Small Business Owners in HRM are Technology Savvy

If ever I had to put together an army, I’d recruit Costco shoppers for their sheer loyalty. My comments in last month’s column garnered more feedback than usual, most of it illuminating the privileges of membership which I so callously discounted in my remarks.

In my world, the privileges of membership usually relate to technology groups. One such group is the company I work for, and recently my business partner, Dave Nicholson, did a survey  to find out how small and medium-sized enterprises – SMEs – in the Halifax Regional Municipality make use of technology.

What he found was quite interesting.

For starters, SME owners are quite computer literate, with everybody using some form of computer technology and the majority of SMEs employing up to nine computers. Over half the respondents, however, reported not having a centralized server which means they probably don’t enjoy the benefits of such things as centralized data storage and backups, print services, and enterprise-wide collaboration tools.

The vast majority still use Windows XP in spite of Vista being out for over two years. A small percentage use Macintoshes, but most people use some flavour of a Microsoft operating system. It looks like Vista will never see the light of day in many SMEs as its replacement, Windows 7, is being released now.

As with desktop computers, servers are typically run by Microsoft operating systems, although only slightly more than half are running the latest release. It has been a perennial struggle for Microsoft to get companies to upgrade their software, even if these companies have paid for the licences and the CDs are in their possession. That’s because upgrading is seldom straightforward, and staff have to get used to new ways of doing their day-to-day tasks on their computers.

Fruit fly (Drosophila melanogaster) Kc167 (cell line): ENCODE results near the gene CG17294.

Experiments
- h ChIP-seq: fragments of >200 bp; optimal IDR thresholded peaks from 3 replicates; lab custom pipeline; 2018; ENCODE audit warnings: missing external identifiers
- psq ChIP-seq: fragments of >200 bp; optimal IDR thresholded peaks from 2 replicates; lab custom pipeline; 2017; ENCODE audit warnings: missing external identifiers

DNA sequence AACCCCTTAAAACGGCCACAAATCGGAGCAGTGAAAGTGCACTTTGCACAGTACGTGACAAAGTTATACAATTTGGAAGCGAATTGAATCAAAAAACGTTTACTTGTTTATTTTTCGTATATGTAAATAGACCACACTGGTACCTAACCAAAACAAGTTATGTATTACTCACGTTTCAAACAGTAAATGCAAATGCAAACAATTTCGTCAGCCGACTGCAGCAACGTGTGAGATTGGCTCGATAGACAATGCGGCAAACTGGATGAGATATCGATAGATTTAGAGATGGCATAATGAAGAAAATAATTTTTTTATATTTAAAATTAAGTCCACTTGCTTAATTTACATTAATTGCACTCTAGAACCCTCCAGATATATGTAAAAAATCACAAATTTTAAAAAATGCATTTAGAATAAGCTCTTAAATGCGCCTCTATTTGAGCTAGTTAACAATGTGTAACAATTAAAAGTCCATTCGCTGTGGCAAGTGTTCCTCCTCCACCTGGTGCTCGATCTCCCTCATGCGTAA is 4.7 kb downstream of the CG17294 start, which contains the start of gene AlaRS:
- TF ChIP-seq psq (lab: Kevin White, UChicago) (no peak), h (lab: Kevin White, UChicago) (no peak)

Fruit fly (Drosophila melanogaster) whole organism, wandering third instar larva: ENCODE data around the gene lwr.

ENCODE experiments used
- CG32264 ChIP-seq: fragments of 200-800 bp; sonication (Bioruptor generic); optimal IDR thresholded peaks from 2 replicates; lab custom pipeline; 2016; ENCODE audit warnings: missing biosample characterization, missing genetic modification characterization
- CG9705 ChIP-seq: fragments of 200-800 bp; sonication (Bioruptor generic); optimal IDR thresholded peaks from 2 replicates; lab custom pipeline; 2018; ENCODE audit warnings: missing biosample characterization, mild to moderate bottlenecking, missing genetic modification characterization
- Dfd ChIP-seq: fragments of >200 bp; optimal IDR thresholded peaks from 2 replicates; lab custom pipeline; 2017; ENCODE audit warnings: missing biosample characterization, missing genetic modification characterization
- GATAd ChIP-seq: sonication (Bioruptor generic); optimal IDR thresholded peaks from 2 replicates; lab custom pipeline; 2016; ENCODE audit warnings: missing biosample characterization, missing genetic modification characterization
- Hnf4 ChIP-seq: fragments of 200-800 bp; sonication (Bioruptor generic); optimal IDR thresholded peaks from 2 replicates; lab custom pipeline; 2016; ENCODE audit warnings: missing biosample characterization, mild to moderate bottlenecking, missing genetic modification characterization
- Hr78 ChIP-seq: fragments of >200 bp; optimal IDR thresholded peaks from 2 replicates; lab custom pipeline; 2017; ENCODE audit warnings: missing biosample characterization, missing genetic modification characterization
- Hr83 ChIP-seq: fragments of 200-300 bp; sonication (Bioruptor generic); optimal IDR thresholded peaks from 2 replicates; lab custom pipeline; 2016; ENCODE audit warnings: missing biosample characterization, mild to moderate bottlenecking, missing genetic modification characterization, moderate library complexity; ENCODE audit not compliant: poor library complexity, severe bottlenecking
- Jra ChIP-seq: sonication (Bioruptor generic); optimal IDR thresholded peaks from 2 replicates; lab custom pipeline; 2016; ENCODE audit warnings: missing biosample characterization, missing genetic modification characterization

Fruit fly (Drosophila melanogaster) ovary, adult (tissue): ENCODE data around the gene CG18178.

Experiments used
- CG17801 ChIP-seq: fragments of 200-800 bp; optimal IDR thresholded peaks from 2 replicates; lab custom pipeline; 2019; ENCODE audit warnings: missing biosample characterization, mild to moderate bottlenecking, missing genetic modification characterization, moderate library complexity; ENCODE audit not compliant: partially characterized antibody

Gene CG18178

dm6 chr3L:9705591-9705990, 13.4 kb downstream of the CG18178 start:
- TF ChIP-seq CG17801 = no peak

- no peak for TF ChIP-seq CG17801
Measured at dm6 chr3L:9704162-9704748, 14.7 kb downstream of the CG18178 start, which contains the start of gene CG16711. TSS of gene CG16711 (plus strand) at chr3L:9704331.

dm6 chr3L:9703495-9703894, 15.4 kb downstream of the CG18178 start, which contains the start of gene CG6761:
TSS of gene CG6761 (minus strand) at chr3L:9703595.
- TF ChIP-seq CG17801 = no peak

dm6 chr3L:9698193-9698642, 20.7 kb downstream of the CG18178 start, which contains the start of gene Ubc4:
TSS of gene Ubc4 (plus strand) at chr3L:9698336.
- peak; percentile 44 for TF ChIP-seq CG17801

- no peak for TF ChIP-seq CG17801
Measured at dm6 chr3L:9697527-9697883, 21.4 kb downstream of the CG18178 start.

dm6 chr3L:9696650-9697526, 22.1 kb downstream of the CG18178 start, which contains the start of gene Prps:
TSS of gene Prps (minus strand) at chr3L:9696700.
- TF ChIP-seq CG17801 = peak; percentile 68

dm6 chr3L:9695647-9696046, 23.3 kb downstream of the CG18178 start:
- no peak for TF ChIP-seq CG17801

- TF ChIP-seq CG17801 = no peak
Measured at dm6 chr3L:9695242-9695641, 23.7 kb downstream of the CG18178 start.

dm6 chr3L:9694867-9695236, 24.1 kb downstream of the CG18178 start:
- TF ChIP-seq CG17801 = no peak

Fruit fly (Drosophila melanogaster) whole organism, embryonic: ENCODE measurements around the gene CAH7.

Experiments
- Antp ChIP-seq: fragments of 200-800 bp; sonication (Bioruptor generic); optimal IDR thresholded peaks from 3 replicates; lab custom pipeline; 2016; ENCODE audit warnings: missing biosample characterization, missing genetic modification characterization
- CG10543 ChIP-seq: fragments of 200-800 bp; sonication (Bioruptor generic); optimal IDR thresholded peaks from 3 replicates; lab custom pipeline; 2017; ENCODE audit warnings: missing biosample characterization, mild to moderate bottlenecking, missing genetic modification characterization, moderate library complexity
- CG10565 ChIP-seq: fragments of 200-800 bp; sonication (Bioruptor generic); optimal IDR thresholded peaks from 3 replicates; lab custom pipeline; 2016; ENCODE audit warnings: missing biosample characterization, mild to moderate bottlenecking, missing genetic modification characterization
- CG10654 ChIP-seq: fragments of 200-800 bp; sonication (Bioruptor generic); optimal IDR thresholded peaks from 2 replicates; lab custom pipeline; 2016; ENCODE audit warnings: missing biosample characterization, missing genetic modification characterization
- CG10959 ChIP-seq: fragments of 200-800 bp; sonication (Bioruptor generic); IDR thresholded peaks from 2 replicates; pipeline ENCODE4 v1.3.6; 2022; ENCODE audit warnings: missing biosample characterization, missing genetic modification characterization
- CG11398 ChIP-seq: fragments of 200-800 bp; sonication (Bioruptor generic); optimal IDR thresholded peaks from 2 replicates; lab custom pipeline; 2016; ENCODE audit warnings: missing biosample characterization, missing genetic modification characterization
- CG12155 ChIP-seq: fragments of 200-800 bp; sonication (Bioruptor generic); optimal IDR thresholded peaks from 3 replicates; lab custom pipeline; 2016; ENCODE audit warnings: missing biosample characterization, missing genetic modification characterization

We also found the businesses in HRM to be quite sophisticated when it comes to data security. Most tell us they do regular backups and have a disaster recovery plan, as well as make use of programs to protect themselves against spyware and junk emails.

Also, the use of modern mobile devices seems to be quite prevalent. The ubiquitous BlackBerry was by far the device most often mentioned, followed by notebook computers. Wireless connectivity was used by a majority of respondents, and remotely accessing their office computers was also something done by many people. We truly are a connected society.

When it comes to free Internet programs, usage was less than what you might believe. Free web-based email programs such as Gmail, Yahoo, and Hotmail were very infrequently cited, with the have-to-purchase Outlook being a runaway number-one choice. I’m speculating that the reason for this is standardization and availability of support.

SMEs in Halifax also recognize the value of using technology in their sales and marketing efforts. Most respondents stated they had a business development strategy that included email campaigns, blogs, and web sites optimized for search engines. However, beyond these technologies, most reported not making use of electronic commerce nor having any formal electronic commerce strategy.

We found a small percentage that used custom software applications accessible by their customers over the web. I know for a fact that this is a growing trend because we at Nicom find that the majority of our work is getting to be in this area.

If any conclusions can be derived from this survey, it is that small and medium-sized enterprises in the Halifax Regional Municipality are by-and-large keeping up with technological trends. We are as computer savvy as business people in much larger centres. We tend to be conservative, sticking to proven versions of well-supported software, and are somewhat behind the curve when it comes to the use of electronic commerce.

I’d say we’re doing pretty good. Tap into www.nicomit.com if you’d like to see the complete report.

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